The introduction of a regulated gaming sector in Brazil has a great potential for profitability for international operators according to BtoBet, as a combination of a sports-centric culture and improved internet infrastructure present new opportunities for remote gaming.

Publishing the report ‘Brazil Betting Focus: LatAm’s largest regulated market in the making?’, the firm looked at how Brazil can become a global powerhouse for gaming.

The igaming and sportsbook platform provider predicted that the online gaming sector in Brazil could grow to $101bn in gross profits by 2024, with H2 Gambling Capital data suggesting that sports betting could account for 67% of the total market.

While the illegal sector amassed $6.4bn in GGR in 2017, as reported by the Brazilian Legal Gaming Institute (IJL), companies believe that operations will be even more profitable once the legal framework is established in the country.

Building on this move towards regulation, the report added: “Market experts are hopeful that an open licensing structure will be adopted. However whilst this seemed to be the case in the first public discussions led by the Brazilian government, this scenario has changed.

“In fact the third draft of the regulation has seen the Brazilian government shift its stance from an authorization-based licensed system (open licensing structure where there are no fixed number of licences) to a concession based system, which might in itself include a bidding process.”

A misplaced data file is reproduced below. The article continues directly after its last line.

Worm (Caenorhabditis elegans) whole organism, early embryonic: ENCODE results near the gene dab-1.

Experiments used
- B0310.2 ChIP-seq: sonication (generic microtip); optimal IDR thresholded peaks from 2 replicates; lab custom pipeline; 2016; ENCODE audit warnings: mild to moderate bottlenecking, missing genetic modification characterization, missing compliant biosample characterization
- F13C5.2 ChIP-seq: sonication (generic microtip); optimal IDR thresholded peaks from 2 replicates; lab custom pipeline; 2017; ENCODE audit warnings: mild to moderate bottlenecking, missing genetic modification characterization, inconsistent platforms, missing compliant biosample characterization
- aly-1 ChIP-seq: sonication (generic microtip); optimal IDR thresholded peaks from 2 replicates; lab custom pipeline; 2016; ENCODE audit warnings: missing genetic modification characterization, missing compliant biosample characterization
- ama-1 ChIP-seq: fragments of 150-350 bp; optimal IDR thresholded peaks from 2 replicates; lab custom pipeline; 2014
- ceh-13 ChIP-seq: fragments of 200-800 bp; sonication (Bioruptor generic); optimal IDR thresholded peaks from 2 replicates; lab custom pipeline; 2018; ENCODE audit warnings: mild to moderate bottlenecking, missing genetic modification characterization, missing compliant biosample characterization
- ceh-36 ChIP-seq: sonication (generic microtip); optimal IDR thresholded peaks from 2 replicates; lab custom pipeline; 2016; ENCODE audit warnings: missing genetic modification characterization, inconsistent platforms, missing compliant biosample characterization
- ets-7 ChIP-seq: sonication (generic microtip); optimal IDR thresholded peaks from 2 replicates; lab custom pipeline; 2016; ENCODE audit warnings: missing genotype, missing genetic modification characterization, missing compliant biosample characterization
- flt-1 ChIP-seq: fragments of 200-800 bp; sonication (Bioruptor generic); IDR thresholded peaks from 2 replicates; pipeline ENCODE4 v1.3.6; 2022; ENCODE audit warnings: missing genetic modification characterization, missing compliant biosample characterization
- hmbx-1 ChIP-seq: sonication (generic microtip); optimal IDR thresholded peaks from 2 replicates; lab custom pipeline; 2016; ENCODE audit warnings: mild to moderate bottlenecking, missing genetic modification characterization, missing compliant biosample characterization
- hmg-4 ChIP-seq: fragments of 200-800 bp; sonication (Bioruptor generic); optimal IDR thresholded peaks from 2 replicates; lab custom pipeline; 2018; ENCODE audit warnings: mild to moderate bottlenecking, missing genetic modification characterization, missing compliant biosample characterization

Luiz Felipe Maia, a lawyer at Brazilian firm FYMSA Advogados, emphasized that a concession based system wouldn’t be of benefit to anyone. He said: “By limiting the number of licences, we will only be creating excuses for unlicensed operators to continue operating offshore.

“Regulation must create the necessary conditions to attract all operators willing to invest in our country and to comply with our rules, which will set the highest standards based on international best practices.”

Despite a slight dip in overall mobile phone usage, improvements to the country’s internet infrastructure and growing traffic via mobile devices present new opportunities for growth.

The report pointed out that while mobile connections penetration stands at 97%, which is slightly lower than the median for the region, internet connectivity is ‘in line with the average penetration for the region’.

A barrier to the growth of online sports betting in Brazil could be the acceptance of digital payment methods, the report found, however the adaptation and trust of these methods is accelerating.

While credit card payments are the most widely used transaction mode by Brazilians (71%), the next position is occupied by cash (21%), while bank transfers or e-wallets account for 4% of payments.